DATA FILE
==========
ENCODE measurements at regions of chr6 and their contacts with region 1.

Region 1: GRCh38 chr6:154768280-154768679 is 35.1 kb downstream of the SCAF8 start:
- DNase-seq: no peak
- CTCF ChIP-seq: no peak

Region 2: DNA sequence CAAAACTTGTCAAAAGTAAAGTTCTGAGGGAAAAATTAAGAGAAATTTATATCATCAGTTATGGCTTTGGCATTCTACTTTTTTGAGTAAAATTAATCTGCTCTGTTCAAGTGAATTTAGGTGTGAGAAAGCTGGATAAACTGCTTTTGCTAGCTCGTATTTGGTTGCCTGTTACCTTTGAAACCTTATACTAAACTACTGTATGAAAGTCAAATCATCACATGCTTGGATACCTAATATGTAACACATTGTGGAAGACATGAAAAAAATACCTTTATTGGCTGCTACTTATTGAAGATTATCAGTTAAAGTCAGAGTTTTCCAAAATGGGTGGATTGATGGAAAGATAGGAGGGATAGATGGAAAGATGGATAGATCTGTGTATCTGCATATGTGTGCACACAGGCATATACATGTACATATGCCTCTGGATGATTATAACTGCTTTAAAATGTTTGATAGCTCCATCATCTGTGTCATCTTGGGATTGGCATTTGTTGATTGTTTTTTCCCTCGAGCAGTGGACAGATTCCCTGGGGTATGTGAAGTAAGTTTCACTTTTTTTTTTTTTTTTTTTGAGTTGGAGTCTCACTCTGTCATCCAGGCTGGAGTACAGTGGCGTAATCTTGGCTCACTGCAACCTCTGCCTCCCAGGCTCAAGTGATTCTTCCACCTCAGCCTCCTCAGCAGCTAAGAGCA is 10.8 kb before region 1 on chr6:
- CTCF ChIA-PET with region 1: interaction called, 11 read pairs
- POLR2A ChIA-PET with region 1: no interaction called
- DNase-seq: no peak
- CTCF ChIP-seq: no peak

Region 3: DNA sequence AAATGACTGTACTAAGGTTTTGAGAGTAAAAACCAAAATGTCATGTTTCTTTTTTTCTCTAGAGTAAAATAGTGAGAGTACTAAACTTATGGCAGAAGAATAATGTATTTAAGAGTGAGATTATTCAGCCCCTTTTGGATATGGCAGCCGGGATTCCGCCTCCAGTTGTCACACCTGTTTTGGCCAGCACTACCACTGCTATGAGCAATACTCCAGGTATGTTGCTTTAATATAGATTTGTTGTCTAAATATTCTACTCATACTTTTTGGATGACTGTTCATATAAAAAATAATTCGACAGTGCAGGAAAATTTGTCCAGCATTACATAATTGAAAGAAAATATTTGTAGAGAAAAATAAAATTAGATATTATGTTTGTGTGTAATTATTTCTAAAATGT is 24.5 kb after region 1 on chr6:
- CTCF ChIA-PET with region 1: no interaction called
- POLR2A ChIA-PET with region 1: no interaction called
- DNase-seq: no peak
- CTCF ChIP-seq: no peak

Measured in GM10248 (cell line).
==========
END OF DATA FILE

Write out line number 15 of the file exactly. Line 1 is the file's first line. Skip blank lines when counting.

Measured in GM10248 (cell line).